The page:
Welcome to European Tribune. It's gone a bit quiet around here these days, but it's still going.
Yes, he talks about the industrialization of food.  Which leads to "taste" being shoved to the end of a long line of requirements.

The book is a short, well written argument against the kind of manufactured food that the US is now sending around the world.  It's full of footnotes and experts, but the writing is accessible and meant for a general audience.

He gives a little history lesson, covering the last 100 years or so.  "Nutritionism" is how the manufacturing process makes its way into your food. Scientists do studies that identify specific nutrients and vitamins that are healthy.  That gives agri-business a target to efficiently chase, to the exclusion of all the other benefits of whole food that didn't fit into the study.  

He comments that if anything in the store is touting health benefits on it's package, you shouldn't buy it.  The reason being that in order to get the desired level of nutrients, as given by the scientific studies, the food is stripped of all the other nutritional benefits during it's processing.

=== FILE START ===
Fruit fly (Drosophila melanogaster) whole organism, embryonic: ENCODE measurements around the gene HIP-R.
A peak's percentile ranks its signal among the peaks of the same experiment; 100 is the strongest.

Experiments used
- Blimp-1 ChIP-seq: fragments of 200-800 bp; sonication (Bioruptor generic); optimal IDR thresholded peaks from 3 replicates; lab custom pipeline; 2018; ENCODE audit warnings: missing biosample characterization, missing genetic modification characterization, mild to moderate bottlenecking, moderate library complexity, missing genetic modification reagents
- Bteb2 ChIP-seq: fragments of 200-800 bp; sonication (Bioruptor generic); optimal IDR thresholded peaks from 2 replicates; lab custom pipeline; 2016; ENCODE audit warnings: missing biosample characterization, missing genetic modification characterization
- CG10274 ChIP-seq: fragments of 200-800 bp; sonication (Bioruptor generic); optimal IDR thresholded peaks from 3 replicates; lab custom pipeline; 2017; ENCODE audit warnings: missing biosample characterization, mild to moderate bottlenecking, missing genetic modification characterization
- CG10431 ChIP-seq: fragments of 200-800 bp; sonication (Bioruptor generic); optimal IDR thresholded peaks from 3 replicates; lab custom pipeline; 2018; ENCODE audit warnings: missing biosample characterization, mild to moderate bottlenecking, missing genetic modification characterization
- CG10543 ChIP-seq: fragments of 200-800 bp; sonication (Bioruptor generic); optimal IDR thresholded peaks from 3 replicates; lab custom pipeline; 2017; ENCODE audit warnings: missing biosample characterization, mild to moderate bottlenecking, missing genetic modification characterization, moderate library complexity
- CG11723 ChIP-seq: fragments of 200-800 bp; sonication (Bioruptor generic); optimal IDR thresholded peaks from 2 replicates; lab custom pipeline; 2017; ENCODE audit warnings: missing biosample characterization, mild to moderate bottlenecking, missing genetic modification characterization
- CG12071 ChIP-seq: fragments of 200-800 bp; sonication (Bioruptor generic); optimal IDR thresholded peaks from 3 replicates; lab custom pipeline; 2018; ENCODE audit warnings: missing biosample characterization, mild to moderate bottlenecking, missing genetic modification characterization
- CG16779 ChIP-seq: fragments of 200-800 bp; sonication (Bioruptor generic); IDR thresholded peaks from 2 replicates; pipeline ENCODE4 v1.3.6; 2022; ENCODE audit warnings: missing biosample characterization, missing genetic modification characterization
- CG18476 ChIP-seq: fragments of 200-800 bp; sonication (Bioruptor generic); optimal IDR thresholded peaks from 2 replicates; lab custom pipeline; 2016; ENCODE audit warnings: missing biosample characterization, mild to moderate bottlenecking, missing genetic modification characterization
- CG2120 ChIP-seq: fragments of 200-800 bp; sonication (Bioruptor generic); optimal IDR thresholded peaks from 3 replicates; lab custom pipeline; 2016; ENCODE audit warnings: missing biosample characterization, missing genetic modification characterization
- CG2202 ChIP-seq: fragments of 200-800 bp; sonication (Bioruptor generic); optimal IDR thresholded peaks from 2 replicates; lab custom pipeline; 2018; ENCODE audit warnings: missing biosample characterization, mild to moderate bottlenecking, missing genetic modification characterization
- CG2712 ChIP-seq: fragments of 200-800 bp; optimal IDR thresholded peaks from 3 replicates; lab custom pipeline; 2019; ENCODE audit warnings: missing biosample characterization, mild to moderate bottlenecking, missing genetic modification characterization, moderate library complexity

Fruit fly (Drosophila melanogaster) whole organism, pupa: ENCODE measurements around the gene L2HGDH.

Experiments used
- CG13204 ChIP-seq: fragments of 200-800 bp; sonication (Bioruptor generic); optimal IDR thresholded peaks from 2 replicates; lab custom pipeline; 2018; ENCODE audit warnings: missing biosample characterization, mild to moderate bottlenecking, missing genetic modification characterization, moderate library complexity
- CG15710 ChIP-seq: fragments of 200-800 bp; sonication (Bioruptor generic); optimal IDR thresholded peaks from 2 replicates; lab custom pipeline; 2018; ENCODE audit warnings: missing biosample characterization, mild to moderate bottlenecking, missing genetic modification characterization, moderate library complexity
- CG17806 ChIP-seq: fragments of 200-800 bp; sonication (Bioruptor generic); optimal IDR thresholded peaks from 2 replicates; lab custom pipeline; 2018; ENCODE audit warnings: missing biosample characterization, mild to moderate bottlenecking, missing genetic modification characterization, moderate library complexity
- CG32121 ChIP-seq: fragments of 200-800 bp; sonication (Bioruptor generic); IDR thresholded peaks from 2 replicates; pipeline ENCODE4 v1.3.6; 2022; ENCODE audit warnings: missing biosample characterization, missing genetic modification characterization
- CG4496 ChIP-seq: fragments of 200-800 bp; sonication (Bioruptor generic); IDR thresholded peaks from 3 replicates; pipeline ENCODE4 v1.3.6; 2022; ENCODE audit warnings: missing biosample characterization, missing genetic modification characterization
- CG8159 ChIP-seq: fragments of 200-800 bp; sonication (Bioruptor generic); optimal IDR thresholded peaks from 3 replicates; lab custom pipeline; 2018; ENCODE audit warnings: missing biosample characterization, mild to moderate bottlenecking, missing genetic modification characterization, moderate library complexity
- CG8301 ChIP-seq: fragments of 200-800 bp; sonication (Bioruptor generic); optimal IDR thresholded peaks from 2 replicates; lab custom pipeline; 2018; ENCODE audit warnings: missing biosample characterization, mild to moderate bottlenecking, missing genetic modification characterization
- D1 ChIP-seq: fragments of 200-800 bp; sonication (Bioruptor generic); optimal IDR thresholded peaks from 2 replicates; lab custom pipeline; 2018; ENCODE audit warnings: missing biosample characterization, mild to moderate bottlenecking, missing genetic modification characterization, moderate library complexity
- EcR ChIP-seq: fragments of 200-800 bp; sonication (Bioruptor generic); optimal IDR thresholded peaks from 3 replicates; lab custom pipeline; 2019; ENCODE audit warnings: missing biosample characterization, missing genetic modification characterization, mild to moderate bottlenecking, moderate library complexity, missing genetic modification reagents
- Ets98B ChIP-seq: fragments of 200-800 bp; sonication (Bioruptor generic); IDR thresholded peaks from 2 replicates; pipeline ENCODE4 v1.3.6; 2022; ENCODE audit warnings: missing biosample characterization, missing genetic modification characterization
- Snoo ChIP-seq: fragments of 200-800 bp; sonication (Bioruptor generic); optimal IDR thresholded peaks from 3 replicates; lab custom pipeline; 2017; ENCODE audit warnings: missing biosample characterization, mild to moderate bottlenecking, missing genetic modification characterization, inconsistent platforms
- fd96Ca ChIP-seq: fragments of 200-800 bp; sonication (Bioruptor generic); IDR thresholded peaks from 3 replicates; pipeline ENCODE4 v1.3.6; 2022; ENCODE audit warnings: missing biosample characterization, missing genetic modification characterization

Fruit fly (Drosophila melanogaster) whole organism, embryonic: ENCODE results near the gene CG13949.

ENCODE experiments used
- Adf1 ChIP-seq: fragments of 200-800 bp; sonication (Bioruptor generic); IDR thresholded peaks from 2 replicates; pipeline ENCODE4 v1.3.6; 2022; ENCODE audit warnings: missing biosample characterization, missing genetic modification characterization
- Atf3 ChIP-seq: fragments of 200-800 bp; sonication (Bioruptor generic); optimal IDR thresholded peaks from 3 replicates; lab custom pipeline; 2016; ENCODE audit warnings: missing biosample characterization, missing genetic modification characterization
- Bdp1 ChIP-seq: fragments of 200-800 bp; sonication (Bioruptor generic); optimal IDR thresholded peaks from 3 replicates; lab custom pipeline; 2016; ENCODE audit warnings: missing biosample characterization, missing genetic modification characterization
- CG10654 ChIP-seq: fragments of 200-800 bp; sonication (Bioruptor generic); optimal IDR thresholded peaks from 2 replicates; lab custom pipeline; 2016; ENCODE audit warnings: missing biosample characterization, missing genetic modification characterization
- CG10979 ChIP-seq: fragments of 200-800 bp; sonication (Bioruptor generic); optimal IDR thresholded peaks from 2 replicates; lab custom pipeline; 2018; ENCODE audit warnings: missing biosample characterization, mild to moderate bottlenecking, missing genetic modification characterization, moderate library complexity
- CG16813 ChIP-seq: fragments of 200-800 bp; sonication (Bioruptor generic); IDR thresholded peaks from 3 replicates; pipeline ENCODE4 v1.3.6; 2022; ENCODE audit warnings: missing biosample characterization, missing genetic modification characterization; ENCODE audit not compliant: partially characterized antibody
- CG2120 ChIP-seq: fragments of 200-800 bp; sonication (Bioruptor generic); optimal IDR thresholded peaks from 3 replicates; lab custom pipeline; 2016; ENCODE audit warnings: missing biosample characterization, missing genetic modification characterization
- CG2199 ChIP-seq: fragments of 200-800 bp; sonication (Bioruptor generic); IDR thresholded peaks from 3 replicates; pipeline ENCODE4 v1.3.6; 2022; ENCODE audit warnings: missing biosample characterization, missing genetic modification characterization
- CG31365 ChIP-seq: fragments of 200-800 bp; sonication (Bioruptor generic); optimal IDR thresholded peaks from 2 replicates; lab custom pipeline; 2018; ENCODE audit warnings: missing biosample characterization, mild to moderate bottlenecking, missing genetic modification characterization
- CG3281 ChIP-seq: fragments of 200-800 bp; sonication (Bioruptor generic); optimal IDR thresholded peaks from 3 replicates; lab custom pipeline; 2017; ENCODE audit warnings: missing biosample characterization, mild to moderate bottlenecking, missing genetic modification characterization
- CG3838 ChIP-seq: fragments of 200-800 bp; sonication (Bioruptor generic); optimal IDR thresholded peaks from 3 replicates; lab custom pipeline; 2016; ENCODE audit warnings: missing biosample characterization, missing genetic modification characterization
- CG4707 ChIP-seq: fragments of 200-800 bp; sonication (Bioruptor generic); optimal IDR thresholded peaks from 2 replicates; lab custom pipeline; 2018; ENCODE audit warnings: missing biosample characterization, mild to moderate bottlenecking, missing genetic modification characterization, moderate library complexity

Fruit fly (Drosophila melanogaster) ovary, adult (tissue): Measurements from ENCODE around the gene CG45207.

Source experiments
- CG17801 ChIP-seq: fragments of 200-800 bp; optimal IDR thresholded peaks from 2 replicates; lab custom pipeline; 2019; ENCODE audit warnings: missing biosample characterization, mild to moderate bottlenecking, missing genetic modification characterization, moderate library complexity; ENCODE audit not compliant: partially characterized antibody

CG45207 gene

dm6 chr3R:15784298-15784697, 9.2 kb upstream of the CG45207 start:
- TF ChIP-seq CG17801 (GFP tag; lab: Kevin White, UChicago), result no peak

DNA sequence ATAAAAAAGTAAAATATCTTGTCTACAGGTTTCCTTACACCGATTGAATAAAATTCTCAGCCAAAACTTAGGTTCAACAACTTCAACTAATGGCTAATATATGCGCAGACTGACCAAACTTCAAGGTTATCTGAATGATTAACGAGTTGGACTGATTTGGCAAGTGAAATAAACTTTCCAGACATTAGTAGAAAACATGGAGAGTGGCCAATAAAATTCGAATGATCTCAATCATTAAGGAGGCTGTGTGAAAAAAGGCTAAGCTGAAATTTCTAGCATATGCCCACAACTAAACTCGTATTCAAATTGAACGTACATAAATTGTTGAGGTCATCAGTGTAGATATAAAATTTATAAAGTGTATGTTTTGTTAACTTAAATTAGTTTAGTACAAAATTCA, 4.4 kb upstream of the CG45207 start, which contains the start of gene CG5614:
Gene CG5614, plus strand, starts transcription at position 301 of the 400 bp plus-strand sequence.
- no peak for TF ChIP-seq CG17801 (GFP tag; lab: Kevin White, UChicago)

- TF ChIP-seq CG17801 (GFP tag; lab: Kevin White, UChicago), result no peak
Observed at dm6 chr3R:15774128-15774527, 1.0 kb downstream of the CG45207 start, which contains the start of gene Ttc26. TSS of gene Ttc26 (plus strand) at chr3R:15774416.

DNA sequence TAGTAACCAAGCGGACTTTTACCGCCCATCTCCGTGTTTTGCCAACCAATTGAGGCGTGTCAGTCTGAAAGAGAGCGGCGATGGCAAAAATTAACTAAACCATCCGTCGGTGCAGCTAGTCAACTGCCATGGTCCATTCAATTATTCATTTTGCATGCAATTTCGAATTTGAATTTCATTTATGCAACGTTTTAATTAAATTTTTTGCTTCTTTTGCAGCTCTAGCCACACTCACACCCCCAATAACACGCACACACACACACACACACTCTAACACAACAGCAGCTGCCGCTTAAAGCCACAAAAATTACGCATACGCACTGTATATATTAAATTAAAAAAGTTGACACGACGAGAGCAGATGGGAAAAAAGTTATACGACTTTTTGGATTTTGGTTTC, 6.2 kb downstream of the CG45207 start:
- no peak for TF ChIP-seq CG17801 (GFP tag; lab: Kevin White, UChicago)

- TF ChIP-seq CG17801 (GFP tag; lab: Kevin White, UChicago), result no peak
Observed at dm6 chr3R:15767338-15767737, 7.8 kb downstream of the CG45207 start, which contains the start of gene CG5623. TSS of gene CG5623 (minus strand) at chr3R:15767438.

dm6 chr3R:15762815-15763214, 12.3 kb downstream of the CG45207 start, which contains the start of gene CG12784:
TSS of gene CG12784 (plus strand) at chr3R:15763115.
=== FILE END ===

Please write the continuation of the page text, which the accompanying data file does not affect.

He points the finger at business, gov, and science for our current problems. In my mind business is the main culprit for bribing/corrupting the other two, though the government and scientific communities aren't blameless.

Whenever I try to summarize a book I like, I always want to add a statement at the end.  Something like "Please don't let my sloppy writing or inelegant arguments get in the way of you looking at this book."


by Bruce F (greenroofgrowers [at] gmail [dot] com) on Thu Apr 17th, 2008 at 01:10:51 PM EST
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